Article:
62. The ATO's examination of the benefits sought from a business restructuring addresses the following aspects:

(a)
  the nature of the benefits;
(b)
  what the benefits are worth, in terms of additional shareholder value or profit;
(c)
  why the business restructuring is needed in order to derive these benefits;
(d)
  how the various elements or transactions within the overall business restructuring arrangements help to deliver these benefits;
(e)
  what the involvement of each of the parties contributes to producing these benefits; and
(f)
  how the parties share in these benefits.

63. The ATO analyses the value chain for the particular business operations with a view to determining how it is changed as a result of the business restructuring and what the expected benefits of the changes are. Determining the value added to the business from the expected benefits of the business restructuring, the contributions of the parties to adding that value by producing those benefits, and how the parties share in those expected benefits are all factors directly relevant to determining the amounts of arm's length consideration payable and receivable in connection with the business restructuring.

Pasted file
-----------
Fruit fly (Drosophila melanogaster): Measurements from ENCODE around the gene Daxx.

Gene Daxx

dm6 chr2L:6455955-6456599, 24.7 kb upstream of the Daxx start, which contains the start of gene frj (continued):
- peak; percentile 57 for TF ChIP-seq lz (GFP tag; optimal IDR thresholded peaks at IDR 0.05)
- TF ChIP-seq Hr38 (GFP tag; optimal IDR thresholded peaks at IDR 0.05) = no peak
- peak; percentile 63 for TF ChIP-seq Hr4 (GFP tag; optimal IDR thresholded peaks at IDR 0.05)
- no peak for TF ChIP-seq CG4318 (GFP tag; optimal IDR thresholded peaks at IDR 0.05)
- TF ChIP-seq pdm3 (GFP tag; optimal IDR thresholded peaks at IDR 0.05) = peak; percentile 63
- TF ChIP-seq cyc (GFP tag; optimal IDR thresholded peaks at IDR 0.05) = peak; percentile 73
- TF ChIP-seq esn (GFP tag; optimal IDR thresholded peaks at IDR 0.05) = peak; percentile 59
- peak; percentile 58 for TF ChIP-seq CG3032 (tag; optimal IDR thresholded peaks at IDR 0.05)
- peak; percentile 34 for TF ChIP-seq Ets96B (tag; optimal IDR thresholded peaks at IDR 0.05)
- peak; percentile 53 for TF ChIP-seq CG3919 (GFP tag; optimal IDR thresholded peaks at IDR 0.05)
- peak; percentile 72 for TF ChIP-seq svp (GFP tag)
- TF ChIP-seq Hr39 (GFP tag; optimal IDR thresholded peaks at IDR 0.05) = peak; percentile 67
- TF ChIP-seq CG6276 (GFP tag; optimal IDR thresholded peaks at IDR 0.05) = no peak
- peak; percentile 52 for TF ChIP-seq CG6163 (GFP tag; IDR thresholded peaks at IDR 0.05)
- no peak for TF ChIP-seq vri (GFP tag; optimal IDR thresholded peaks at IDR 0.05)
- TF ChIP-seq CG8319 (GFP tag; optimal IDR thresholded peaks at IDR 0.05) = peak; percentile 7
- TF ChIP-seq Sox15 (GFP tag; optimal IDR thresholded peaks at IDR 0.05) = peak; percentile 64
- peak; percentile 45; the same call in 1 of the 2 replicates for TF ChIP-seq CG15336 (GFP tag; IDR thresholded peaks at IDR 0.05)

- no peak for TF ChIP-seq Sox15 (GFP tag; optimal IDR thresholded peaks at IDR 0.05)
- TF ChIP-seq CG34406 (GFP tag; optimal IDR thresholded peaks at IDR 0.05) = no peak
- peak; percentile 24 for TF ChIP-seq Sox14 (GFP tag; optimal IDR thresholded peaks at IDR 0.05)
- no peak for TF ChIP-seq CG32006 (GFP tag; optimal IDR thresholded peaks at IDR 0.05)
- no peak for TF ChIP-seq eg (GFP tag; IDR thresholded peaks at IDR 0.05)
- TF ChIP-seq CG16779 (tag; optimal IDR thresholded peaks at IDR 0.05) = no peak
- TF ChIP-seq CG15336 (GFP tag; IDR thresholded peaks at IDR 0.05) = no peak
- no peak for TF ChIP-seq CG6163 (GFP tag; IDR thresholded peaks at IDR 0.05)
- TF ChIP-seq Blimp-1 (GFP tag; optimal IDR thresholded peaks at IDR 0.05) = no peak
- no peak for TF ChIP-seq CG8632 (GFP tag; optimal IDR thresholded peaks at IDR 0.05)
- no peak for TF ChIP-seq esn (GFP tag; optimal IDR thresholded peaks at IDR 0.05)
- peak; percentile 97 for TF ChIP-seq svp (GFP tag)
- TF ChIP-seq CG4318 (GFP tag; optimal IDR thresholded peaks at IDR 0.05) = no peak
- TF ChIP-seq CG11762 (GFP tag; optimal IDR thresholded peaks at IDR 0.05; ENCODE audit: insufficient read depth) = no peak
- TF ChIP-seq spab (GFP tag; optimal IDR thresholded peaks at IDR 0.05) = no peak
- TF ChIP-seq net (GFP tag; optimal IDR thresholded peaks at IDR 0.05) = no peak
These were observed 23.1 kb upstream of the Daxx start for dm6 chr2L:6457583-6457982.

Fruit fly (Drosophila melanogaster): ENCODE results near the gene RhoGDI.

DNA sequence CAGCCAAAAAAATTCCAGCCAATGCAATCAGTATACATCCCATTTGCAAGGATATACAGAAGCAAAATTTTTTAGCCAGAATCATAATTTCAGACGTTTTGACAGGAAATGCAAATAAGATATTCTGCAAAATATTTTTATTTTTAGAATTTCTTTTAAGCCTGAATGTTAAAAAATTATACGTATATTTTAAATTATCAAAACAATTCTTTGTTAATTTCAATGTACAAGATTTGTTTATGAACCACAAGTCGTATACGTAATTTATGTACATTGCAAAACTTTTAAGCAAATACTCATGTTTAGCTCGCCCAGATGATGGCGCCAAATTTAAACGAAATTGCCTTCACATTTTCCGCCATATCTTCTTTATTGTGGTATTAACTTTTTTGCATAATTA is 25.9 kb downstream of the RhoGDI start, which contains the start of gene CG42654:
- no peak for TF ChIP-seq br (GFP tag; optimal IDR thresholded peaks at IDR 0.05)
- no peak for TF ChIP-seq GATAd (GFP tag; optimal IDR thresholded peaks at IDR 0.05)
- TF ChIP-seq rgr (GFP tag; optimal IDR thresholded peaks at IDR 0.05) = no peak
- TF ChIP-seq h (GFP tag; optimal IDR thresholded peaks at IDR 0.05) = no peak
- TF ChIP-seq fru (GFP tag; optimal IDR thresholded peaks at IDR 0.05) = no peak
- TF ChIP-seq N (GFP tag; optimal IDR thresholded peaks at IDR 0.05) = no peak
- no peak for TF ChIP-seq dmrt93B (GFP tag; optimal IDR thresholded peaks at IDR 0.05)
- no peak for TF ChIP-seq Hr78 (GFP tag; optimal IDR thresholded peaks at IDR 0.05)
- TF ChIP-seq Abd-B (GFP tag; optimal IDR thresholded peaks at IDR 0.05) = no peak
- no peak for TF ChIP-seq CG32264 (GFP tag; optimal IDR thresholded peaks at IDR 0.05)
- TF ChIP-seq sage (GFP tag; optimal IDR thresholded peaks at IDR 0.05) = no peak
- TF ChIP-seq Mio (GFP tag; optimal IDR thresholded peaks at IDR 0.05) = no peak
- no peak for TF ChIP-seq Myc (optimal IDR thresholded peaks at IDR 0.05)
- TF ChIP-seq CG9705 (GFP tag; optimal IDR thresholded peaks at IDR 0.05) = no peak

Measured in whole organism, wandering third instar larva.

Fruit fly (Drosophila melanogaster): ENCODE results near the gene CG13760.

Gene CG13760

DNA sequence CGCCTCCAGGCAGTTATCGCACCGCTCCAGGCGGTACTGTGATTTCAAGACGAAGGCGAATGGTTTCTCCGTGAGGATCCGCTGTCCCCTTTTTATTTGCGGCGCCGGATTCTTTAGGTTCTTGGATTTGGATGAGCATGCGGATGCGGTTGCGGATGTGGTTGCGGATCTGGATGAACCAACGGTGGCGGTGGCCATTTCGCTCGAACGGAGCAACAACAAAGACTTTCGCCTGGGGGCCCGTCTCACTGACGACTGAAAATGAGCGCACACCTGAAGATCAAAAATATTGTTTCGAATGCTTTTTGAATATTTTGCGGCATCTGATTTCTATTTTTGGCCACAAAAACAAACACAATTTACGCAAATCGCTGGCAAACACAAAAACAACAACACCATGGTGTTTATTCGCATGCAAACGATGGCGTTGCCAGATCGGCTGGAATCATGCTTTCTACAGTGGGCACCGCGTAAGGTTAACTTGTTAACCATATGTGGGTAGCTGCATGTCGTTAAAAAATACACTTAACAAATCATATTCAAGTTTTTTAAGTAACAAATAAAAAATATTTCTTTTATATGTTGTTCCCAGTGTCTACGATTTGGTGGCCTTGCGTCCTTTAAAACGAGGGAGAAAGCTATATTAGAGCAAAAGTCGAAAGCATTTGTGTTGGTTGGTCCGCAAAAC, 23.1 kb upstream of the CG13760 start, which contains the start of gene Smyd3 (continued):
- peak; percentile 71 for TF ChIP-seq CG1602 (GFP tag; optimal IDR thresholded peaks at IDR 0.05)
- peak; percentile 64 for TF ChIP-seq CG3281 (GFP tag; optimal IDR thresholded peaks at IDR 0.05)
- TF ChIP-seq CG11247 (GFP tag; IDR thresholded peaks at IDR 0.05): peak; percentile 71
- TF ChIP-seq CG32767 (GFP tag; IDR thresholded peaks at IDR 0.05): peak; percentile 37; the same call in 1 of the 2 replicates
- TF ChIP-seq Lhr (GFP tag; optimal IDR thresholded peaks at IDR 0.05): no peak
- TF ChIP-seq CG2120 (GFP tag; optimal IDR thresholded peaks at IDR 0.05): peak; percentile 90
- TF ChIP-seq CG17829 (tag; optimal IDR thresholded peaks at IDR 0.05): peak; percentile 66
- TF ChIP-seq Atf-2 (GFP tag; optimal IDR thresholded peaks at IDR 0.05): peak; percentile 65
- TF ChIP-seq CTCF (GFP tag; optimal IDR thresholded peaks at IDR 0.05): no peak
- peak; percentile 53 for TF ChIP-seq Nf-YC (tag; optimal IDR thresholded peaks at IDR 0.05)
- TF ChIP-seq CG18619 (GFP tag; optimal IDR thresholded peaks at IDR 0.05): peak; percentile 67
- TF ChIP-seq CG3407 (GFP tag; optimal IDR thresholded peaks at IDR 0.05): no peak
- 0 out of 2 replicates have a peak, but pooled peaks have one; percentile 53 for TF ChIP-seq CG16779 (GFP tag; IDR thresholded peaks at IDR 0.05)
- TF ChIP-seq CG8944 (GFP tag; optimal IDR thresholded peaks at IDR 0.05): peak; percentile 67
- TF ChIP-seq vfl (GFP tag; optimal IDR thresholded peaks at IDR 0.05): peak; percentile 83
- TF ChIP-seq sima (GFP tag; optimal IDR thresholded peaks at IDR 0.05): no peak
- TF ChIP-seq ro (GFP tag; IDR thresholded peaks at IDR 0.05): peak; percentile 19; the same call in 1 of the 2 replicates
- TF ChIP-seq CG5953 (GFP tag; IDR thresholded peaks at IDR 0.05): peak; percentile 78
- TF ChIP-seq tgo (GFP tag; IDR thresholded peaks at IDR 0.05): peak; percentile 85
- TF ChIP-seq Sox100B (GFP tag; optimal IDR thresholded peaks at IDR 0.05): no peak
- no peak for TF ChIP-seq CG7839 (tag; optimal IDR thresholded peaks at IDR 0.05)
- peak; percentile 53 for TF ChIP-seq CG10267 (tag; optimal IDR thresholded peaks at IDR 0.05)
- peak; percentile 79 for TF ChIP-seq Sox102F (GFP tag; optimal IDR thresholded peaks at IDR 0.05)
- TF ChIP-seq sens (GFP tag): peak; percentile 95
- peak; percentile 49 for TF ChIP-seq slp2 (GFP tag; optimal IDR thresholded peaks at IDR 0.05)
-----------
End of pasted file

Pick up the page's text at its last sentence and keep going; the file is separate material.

64. Benefits expected from a business restructuring can be any form of economic or commercial advantage that assists an entity's profitability or net worth by enhancing its business circumstances. A business restructuring may be a response to changes in business opportunities, competitive pressures, market conditions, and changing operating and regulatory environments. In light of such changes an entity may restructure to protect its profit-making ability or financial viability. It may seek to seize opportunities to improve its revenue efficiency or cost efficiency. The alternatives to restructuring may be operating less profitably, at a loss, or going out of business.